Review: Bowers & Wilkins A7 Speaker with AirPlay
Five years ago, using Bluetooth to wirelessly stream music wasn't impossible, but the results weren't particularly impressive -- there were few stereo Bluetooth audio systems, and even fewer with good speakers and audio hardware inside. That changed when $100 to $200 Bluetooth speakers hit the market with increasingly impressive audio hardware, and then Apple upped the ante by introducing AirPlay, a pricier and less popular wireless standard that promised superior sound quality. While Bluetooth remains dominant by a wide margin, and has improved in sound quality such that the differences between top Bluetooth and AirPlay speakers are today footnote-worthy, companies continue to release separate audio systems with both standards.
Today, we’re looking at four recent wireless releases: Brookstone’s Big Blue Media Tower ($400) and Ecoxgear’s Ecoxbt ($130) are on the Bluetooth side, with AQ Audio’s AQ SmartSpeaker ($179) and Bowers & Wilkins’ A7 ($800) representing AirPlay. Collectively, these speakers are noteworthy because they demonstrate today’s wide variation in wireless speaker pricing and features—AQ Smart Speaker is the least expensive AirPlay speaker we’ve seen, and A7 is tied with Philips’ Fidelio SoundSphere for the most expensive. Designed to be waterproof, Ecoxbt is a rarity in wireless speakers, a different take on the previously-released iDevices iShower, while the Big Blue Media Tower is one of the priciest Bluetooth speakers we’ve seen—a taller and more powerful sequel to the Big Blue Studio we loved earlier this year. Each has a unique feature to set it apart from the pack, but is any one compelling enough to earn our rare high recommendation?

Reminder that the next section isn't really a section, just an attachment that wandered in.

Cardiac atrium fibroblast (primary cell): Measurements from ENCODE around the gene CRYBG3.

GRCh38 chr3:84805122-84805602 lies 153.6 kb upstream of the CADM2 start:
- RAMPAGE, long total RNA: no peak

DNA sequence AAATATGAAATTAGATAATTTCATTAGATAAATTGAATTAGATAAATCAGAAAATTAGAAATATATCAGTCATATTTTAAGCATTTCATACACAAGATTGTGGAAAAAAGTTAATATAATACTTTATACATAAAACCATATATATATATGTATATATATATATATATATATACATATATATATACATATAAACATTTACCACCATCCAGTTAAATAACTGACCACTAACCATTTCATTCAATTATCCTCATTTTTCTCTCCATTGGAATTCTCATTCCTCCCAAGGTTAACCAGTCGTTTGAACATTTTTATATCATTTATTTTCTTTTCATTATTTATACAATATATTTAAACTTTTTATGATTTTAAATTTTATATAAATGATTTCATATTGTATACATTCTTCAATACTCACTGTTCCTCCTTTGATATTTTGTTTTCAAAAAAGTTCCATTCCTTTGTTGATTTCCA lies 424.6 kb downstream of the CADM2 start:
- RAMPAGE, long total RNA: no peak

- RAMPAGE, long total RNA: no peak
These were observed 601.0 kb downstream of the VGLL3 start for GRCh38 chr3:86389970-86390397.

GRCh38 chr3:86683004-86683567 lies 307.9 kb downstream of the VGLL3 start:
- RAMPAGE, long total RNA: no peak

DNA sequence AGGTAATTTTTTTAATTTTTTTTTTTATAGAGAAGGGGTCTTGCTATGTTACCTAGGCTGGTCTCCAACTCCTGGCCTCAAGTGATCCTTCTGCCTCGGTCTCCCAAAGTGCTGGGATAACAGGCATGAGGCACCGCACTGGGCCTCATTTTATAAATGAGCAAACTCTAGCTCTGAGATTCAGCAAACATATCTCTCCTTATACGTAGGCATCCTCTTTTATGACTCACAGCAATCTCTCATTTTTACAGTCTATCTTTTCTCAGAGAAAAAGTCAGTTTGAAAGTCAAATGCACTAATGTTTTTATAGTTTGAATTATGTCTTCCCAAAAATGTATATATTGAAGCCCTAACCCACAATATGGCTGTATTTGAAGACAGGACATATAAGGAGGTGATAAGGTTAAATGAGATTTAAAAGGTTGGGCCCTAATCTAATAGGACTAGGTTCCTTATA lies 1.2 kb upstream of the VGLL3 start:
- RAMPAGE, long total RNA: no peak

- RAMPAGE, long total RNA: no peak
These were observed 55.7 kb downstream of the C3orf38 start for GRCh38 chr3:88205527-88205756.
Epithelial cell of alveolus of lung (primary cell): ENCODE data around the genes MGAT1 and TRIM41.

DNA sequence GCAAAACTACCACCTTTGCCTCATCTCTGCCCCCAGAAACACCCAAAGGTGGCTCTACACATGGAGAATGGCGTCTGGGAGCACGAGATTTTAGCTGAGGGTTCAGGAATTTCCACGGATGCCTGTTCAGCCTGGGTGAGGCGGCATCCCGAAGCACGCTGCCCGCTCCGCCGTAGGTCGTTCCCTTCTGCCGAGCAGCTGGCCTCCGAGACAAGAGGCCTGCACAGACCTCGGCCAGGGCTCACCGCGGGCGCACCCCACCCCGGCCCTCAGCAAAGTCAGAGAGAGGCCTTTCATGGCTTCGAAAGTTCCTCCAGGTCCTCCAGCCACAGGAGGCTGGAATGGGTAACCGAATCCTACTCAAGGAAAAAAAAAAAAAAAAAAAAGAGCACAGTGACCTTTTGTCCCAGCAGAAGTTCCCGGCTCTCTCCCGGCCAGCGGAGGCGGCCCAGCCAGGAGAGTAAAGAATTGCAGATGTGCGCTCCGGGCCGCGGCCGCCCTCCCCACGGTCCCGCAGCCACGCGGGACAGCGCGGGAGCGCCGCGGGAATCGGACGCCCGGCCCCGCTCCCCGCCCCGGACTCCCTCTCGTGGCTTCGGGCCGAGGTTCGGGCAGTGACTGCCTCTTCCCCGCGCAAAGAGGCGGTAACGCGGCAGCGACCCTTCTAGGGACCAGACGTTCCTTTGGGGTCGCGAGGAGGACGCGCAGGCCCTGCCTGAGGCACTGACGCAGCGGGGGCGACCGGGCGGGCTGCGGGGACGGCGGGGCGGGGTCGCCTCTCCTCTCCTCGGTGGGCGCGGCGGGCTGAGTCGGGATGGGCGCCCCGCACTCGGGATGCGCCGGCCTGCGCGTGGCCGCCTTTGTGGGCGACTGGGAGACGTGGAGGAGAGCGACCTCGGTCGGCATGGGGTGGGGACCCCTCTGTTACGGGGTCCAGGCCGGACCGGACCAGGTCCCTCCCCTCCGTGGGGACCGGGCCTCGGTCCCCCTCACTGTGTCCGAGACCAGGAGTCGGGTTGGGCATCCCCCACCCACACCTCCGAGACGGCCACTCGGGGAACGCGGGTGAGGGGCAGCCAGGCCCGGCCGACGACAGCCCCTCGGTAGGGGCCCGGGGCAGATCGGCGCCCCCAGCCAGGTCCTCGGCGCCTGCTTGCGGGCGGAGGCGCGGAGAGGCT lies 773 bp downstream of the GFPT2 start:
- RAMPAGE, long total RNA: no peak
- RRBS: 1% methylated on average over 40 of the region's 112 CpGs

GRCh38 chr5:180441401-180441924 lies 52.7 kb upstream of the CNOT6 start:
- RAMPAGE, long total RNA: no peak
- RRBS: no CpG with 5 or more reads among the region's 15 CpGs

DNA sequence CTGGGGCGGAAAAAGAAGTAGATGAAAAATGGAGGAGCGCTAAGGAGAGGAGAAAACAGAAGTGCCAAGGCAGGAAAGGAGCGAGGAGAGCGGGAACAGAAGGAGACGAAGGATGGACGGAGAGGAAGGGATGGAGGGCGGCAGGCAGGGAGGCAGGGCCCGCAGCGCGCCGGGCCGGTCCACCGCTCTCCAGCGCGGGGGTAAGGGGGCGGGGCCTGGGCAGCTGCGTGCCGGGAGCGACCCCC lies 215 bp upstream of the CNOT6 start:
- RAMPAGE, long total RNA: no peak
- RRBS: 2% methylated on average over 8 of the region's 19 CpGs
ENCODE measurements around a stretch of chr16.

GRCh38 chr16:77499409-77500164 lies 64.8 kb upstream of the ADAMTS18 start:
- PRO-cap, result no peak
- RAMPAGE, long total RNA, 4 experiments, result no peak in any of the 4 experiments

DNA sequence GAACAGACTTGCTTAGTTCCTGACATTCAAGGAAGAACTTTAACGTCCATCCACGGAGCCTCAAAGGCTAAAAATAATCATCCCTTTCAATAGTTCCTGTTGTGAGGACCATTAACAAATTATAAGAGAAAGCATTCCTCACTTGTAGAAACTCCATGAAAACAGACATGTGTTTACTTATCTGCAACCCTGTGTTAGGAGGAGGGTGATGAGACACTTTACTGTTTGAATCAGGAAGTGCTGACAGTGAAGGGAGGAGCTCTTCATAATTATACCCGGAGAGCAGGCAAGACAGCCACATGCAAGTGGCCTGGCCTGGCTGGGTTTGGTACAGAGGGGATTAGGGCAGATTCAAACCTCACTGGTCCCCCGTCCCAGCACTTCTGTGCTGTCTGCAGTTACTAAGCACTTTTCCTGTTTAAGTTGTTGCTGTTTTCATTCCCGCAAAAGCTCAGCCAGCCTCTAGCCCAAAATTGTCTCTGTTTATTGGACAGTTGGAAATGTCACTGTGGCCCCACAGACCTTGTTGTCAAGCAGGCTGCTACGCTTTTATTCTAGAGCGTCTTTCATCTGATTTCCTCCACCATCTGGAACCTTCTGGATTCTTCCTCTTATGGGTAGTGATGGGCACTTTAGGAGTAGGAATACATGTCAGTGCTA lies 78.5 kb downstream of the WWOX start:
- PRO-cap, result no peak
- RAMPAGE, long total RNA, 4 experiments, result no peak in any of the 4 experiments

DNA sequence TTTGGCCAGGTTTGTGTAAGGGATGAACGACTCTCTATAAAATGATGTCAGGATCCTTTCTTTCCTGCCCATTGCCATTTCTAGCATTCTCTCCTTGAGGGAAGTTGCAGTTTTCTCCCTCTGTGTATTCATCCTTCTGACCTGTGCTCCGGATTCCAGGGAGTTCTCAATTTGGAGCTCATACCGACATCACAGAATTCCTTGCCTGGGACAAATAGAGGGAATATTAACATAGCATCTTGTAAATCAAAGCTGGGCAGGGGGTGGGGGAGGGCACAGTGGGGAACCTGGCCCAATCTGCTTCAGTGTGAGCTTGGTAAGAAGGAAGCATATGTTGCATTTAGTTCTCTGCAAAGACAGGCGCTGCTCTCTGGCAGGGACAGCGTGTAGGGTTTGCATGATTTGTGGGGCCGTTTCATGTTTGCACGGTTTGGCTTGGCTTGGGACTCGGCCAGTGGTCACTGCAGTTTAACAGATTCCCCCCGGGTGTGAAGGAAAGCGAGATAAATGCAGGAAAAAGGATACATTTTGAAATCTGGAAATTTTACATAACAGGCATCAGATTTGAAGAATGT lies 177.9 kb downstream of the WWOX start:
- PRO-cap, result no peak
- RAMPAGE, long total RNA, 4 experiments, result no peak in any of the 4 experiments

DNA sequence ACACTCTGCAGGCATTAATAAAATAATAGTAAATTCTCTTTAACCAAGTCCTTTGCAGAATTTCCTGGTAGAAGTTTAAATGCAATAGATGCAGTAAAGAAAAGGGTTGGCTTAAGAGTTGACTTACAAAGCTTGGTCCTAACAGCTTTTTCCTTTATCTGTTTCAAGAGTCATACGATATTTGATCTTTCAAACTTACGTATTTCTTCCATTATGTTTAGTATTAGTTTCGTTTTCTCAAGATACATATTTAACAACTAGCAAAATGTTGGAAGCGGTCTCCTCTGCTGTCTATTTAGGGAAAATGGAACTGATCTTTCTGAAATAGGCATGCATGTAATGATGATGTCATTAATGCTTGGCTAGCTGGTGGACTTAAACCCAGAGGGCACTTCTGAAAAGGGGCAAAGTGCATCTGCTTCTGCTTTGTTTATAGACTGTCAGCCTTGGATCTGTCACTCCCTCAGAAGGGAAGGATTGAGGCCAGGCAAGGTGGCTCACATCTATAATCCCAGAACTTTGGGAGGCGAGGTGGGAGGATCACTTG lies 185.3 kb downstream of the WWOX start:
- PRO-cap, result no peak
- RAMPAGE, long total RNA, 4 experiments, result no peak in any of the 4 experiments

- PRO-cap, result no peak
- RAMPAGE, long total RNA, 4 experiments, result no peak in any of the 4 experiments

As we’ve said in the past, we have a lot of respect for the design team at Bowers & Wilkins. The British company routinely churns out bold and generally beautiful-looking audio gear for Apple’s devices—headphones that are nearly stunning, and speaker systems that look as premium as their atypically high prices. It takes confidence to release a speaker that looks like the Zeppelin Air, with a polarizing design and a $599 tag, say nothing of the audio engineering talent required to make it sound good enough to justify that price point. So while it’s not a shock that B&W has released something even more expensive and powerful for Apple’s devices, there’s surely an element of risk here that most companies wouldn’t even consider taking on.
A7 mitigates that risk by building upon a proven design: the one B&W debuted two years ago in its MM-1 Computer Speakers, which bowed at an eye-popping $500 price tag but looked a lot more conservative than the company’s $599 Zeppelin designs. Pitched at Mac users, MM-1 included twin satellite speakers that stood around 6.6” tall with 3.9” rounded square tower shapes, interrupting wrap-around black fabric grilles with beautiful swirled silver metal caps and accents. They looked great next to any iMac, and though they were far from the most powerful multimedia speakers one could purchase for those dollars, their size and elegance endeared them to many users, including us.